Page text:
For $2000, anyone can rent a Ferrari for a day, provided you’re comfortable paying double that amount as a security deposit, raising your insurance liability, and limiting the fun to 100 miles. But what if you could drive a Porsche at that price for an entire month, for unlimited miles and with no extra hassle? That’s the new reality—at least in Atlanta.Porsche’s new subscription service, called Passport, operates like Cadillac’s Book program in New York City. It’s a no-contract app-based service that lets you drive multiple Porsche models every month without any commitment, with all fees, taxes, and insurance baked into the price
Expect to see more flying taxis and services within the next few years as the technology is further developed and tested. German startup E-volo, for example, also has plans to launch a taxi service next year, while Uber has promised to introduce their own flying taxis by 2020. Dubai recently had a successful test of its autonomous Volocopter, which is also meant to be used in urban areas — albeit for shorter, 30-minute trips. Lastly, there’s the German company Lilium, which just received an additional $90 million to develop their all-electric flying taxi, with the intent to have a series of commercialized aircraft by 2025.
Dubai is moving full steam ahead toward a futuristic skyline dotted with modern skyscrapers and flying taxis by kicking off trials of the Volocopter two-seater aircraft. The all-electric 18-rotor vehicle took to the skies for the first time over the city on Monday as the city looks to establish what would be world’s first self-flying taxi service.–– ADVERTISEMENT ––The Volocopter first emerged in 2013 as an audacious electric aircraft, and has gathered quite a bit of momentum in the subsequent years through a series of successful test flights and, more recently, a US$29 million investment from Daimler. Designed to autonomously carry two passengers from point A to point B without a pilot, the Volocopter in its current form can fly for 30 minutes at a time with a top speed of 100 km/h (62 mph).Dubai announced its plans to trial the Volocopter back in June, and has rebranded it as the Autonomous Air Taxi (AAT) for its purposes. It is hoped the aircraft will play a role in having autonomous vehicles handle a quarter of all passenger journeys in the city by 2030.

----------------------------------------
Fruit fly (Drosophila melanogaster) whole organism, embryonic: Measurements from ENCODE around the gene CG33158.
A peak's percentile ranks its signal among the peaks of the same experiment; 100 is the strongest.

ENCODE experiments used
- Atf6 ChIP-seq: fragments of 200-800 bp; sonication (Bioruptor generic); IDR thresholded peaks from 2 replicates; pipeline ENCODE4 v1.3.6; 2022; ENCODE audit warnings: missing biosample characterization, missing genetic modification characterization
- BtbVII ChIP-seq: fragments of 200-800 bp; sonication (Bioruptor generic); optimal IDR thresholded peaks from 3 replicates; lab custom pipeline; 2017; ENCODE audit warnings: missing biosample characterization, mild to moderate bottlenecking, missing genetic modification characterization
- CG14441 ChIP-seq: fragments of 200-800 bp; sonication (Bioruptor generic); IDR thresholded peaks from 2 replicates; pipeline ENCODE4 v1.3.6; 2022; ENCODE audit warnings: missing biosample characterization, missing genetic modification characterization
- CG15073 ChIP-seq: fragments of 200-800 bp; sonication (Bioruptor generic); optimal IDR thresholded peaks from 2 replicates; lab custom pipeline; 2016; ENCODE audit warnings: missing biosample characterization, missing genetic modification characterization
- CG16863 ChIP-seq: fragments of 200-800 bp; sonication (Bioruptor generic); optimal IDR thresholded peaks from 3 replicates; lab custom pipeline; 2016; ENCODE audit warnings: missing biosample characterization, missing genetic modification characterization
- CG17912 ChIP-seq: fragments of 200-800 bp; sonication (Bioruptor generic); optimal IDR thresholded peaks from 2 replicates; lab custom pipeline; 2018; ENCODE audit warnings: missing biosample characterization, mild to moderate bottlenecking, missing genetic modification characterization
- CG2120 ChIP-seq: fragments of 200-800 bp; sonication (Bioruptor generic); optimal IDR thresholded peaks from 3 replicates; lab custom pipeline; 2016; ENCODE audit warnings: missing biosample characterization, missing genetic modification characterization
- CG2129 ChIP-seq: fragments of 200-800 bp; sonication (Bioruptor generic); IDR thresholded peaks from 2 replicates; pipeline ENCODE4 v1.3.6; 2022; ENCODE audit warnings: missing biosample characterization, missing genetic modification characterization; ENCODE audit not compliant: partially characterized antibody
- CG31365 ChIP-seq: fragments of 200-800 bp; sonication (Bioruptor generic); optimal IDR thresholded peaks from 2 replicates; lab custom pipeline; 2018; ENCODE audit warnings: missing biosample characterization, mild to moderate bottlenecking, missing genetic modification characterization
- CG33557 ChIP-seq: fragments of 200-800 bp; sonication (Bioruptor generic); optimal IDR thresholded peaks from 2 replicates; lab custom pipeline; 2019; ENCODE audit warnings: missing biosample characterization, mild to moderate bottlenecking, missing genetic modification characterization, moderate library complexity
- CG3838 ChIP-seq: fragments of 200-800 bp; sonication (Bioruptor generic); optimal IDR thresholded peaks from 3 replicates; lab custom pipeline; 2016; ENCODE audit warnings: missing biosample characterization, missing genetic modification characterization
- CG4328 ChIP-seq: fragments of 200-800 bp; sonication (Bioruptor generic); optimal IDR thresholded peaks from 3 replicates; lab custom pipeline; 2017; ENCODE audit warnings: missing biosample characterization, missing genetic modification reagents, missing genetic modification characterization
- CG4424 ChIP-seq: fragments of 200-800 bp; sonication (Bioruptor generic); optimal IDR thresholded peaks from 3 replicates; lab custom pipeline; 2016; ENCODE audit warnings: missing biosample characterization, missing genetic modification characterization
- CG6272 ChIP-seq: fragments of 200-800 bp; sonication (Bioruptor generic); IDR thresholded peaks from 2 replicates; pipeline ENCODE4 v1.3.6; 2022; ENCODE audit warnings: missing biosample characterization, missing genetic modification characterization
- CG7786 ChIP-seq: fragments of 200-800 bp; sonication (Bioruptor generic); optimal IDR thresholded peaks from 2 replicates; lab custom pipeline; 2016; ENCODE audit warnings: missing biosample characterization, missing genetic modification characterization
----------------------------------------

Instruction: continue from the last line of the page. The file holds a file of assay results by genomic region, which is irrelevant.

First Transit will join GoMentum Station and use the facility as a test site for innovative transit applications, including a pilot project with EasyMile and the Contra Costa Transportation Authority (CCTA) to deploy the first SAV shuttle on public roads in the U.S. The pilot project, which began in late 2016, recently launched the second phase of testing at Bishop Ranch, an office park in San Ramon, Calif.
SpaceX just conducted its first test of the Falcon Heavy’s main core.Elon Musk says his team will conduct a test launch of the Falcon Heavy in late summer as they prepare to orbit the Moon in 2018 with two passengers in the first commercial spaceflight.
Elon Musk’s SpaceX has also expressed interest in commercial space travel. The company has developed the Dragon V2 spacecraft, capable of carrying seven people into space. Even more, they are looking to take their travel plans significantly further by promising a trip to the moon in 2018.
E-volo isn’t the only company working on flying cars, VTOLs, or a flying taxi service. Popular ridesharing company Uber has been working on one, too. Big companies and startups alike have been testing their own flying vehicles: there’s industry veteran Airbus, Larry Page’s Zee.Aero, and a Chinese startup called Ehang. More options should make the tech increasingly more affordable.